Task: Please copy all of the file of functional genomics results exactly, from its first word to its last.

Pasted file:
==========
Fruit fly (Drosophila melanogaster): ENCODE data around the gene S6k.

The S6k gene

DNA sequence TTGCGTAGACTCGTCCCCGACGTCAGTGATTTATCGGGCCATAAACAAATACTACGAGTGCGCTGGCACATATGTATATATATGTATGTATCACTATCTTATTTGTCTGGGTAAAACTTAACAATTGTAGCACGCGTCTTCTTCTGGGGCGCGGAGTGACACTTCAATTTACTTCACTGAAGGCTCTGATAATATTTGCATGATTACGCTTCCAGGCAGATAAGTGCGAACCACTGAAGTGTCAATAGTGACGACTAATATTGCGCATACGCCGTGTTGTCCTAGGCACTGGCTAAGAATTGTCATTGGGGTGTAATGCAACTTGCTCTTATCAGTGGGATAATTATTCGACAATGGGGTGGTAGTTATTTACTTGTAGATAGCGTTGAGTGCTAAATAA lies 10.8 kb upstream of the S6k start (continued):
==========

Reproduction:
Fruit fly (Drosophila melanogaster): ENCODE data around the gene S6k.

The S6k gene

DNA sequence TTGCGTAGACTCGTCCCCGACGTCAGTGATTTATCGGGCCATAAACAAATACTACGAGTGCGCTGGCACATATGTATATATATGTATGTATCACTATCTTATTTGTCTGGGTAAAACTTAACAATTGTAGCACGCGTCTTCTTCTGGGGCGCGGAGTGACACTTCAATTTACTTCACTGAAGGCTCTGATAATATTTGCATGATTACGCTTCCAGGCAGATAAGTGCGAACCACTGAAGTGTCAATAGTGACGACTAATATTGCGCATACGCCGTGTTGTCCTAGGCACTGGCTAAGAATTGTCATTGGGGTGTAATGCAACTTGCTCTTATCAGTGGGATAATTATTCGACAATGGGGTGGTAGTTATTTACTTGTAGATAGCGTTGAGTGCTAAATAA lies 10.8 kb upstream of the S6k start (continued):